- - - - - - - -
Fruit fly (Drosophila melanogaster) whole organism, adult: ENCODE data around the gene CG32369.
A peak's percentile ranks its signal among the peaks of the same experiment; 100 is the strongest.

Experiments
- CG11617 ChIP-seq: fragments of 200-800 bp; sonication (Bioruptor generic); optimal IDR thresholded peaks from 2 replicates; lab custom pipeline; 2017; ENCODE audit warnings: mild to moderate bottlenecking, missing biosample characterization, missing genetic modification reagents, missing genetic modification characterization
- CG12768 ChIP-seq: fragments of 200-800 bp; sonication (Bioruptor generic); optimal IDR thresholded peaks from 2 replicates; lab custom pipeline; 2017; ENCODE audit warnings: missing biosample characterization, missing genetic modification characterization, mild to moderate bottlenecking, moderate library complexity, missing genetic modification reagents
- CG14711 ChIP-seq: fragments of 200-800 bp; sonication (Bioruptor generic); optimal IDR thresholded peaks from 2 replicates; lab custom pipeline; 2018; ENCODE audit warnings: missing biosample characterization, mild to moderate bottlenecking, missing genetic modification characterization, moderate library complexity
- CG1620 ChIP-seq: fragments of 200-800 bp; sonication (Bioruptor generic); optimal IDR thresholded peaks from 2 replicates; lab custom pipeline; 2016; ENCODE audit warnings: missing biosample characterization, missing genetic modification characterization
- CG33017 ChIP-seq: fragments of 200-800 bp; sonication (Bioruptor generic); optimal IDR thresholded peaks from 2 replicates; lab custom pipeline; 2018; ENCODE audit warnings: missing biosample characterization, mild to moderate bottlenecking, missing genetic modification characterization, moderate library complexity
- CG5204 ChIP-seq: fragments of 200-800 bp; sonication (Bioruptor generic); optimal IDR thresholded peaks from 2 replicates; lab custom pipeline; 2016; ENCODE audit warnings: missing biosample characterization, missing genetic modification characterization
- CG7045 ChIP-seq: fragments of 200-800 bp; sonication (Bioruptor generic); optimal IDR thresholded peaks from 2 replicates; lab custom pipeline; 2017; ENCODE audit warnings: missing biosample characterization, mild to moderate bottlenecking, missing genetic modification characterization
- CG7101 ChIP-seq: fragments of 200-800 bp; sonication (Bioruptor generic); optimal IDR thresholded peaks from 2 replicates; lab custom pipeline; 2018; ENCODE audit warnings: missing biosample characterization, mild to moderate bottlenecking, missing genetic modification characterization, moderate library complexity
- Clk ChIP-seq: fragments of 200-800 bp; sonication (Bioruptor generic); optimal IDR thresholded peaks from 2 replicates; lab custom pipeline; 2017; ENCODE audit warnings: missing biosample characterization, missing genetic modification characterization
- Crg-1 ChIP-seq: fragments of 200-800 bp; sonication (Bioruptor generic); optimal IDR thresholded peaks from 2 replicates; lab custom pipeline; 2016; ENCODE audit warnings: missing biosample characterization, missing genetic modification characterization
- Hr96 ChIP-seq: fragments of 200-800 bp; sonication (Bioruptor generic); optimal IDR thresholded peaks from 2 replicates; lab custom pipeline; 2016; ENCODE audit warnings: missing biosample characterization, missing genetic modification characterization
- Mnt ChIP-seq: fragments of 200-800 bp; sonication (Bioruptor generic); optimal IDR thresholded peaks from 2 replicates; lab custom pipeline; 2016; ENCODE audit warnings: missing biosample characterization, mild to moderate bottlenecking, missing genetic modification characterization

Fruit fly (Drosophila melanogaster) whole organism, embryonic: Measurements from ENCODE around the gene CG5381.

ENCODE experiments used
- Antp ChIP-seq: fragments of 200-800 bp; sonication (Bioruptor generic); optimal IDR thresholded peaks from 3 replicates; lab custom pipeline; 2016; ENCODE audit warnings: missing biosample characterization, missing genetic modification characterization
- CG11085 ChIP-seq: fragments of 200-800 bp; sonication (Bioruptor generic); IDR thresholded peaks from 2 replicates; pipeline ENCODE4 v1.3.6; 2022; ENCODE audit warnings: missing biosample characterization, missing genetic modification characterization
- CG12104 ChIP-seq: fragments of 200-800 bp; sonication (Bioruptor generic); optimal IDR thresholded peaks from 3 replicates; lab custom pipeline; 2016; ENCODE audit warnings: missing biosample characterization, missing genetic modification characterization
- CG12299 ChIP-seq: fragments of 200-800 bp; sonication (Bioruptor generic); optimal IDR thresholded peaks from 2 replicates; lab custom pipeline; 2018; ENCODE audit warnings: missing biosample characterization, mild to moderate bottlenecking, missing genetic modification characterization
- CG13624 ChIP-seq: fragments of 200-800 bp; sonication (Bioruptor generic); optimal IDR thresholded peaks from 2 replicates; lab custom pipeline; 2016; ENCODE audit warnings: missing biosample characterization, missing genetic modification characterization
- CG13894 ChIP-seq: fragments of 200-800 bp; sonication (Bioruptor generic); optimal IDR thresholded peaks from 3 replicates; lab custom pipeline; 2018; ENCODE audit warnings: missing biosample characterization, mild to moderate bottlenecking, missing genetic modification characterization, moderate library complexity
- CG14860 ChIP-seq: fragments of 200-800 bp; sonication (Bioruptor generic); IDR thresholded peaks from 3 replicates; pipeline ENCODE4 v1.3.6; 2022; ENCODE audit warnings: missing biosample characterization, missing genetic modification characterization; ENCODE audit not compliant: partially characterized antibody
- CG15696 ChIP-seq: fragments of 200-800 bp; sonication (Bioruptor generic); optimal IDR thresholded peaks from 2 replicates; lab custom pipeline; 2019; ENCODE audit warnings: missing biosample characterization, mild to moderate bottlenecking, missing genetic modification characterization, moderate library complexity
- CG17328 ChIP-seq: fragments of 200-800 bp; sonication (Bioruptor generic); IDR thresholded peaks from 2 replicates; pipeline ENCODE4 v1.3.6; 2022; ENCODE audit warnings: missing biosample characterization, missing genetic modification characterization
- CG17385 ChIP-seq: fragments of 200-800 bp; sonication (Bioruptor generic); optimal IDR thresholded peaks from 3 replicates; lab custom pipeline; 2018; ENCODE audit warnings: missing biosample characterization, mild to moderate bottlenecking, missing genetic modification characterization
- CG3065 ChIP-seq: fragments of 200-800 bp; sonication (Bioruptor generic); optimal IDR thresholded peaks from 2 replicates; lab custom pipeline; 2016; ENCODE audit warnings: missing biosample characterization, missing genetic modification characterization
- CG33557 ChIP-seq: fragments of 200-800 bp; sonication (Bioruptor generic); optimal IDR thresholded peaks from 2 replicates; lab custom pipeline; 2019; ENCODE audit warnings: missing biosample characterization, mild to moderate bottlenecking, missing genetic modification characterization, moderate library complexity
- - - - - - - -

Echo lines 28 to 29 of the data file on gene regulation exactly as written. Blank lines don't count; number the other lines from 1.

- CG3065 ChIP-seq: fragments of 200-800 bp; sonication (Bioruptor generic); optimal IDR thresholded peaks from 2 replicates; lab custom pipeline; 2016; ENCODE audit warnings: missing biosample characterization, missing genetic modification characterization
- CG33557 ChIP-seq: fragments of 200-800 bp; sonication (Bioruptor generic); optimal IDR thresholded peaks from 2 replicates; lab custom pipeline; 2019; ENCODE audit warnings: missing biosample characterization, mild to moderate bottlenecking, missing genetic modification characterization, moderate library complexity